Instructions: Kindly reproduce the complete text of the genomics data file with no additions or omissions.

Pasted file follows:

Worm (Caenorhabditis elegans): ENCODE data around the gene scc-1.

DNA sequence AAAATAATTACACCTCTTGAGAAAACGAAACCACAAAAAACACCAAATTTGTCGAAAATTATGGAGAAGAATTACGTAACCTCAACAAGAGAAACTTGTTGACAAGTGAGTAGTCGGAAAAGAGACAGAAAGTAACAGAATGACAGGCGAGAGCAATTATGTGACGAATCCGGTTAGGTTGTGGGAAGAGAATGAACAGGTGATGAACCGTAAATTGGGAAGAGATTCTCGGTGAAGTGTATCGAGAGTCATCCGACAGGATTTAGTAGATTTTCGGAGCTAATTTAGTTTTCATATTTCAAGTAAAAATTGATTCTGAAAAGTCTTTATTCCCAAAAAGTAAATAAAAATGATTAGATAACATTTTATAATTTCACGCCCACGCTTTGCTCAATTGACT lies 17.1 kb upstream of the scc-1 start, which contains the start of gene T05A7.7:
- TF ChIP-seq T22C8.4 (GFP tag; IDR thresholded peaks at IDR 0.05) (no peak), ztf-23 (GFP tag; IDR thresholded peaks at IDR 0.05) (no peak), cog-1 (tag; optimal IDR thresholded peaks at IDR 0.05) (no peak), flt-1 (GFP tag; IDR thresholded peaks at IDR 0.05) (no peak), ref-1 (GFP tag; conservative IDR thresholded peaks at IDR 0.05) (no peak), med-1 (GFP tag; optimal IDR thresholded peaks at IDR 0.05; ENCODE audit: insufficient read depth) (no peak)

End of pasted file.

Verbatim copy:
Worm (Caenorhabditis elegans): ENCODE data around the gene scc-1.

DNA sequence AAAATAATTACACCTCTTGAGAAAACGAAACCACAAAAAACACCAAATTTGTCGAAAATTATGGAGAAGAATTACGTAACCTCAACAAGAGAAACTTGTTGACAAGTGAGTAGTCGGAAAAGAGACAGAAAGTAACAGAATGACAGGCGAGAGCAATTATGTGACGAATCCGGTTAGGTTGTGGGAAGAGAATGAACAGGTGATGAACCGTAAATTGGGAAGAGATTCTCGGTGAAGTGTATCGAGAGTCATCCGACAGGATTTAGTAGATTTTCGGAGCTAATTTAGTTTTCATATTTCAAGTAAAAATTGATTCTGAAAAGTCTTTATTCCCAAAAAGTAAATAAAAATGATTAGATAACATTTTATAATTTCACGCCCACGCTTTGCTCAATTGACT lies 17.1 kb upstream of the scc-1 start, which contains the start of gene T05A7.7:
- TF ChIP-seq T22C8.4 (GFP tag; IDR thresholded peaks at IDR 0.05) (no peak), ztf-23 (GFP tag; IDR thresholded peaks at IDR 0.05) (no peak), cog-1 (tag; optimal IDR thresholded peaks at IDR 0.05) (no peak), flt-1 (GFP tag; IDR thresholded peaks at IDR 0.05) (no peak), ref-1 (GFP tag; conservative IDR thresholded peaks at IDR 0.05) (no peak), med-1 (GFP tag; optimal IDR thresholded peaks at IDR 0.05; ENCODE audit: insufficient read depth) (no peak)